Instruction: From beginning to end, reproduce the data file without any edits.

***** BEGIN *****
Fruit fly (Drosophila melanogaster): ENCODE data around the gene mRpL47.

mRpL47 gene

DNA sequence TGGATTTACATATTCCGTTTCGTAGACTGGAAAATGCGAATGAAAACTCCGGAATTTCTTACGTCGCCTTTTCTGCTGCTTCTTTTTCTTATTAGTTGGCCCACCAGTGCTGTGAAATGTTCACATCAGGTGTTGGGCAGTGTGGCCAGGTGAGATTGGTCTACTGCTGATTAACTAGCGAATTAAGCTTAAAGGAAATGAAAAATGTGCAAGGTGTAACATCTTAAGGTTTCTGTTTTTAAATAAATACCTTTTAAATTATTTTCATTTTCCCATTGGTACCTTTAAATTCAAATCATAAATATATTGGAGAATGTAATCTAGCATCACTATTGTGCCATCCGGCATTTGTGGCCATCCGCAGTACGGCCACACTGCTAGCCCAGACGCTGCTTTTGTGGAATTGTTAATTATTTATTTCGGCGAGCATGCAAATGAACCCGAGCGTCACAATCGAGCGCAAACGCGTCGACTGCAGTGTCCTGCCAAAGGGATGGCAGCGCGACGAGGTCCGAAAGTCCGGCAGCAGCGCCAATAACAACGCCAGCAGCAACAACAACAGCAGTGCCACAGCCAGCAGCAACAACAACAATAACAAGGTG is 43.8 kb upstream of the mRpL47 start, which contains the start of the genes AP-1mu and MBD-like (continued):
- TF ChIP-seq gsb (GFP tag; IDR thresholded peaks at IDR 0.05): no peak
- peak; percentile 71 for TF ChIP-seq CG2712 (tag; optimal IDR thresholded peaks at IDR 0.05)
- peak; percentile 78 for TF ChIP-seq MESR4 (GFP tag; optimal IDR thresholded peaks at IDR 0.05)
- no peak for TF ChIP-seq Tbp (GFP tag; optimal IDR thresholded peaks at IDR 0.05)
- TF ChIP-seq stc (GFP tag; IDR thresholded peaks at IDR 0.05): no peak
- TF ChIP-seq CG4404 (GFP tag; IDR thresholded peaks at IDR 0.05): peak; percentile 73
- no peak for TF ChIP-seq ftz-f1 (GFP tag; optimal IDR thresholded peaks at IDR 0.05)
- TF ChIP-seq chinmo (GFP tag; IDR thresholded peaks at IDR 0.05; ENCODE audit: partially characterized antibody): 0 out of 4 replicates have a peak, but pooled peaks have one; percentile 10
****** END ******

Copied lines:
Fruit fly (Drosophila melanogaster): ENCODE data around the gene mRpL47.

mRpL47 gene

DNA sequence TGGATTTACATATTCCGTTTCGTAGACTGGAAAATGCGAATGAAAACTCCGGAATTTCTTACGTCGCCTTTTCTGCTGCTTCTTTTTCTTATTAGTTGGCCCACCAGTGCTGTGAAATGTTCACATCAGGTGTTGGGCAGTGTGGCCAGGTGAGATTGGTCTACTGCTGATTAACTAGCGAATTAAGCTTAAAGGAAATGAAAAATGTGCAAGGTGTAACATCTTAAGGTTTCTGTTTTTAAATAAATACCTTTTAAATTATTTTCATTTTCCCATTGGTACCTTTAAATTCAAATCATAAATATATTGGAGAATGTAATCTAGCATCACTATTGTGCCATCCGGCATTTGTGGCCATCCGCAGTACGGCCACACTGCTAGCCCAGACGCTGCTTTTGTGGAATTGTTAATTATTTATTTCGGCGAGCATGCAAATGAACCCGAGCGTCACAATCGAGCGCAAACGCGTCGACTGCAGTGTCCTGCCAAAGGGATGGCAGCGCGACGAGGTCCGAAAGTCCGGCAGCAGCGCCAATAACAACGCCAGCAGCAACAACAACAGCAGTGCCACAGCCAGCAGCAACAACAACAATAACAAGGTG is 43.8 kb upstream of the mRpL47 start, which contains the start of the genes AP-1mu and MBD-like (continued):
- TF ChIP-seq gsb (GFP tag; IDR thresholded peaks at IDR 0.05): no peak
- peak; percentile 71 for TF ChIP-seq CG2712 (tag; optimal IDR thresholded peaks at IDR 0.05)
- peak; percentile 78 for TF ChIP-seq MESR4 (GFP tag; optimal IDR thresholded peaks at IDR 0.05)
- no peak for TF ChIP-seq Tbp (GFP tag; optimal IDR thresholded peaks at IDR 0.05)
- TF ChIP-seq stc (GFP tag; IDR thresholded peaks at IDR 0.05): no peak
- TF ChIP-seq CG4404 (GFP tag; IDR thresholded peaks at IDR 0.05): peak; percentile 73
- no peak for TF ChIP-seq ftz-f1 (GFP tag; optimal IDR thresholded peaks at IDR 0.05)
- TF ChIP-seq chinmo (GFP tag; IDR thresholded peaks at IDR 0.05; ENCODE audit: partially characterized antibody): 0 out of 4 replicates have a peak, but pooled peaks have one; percentile 10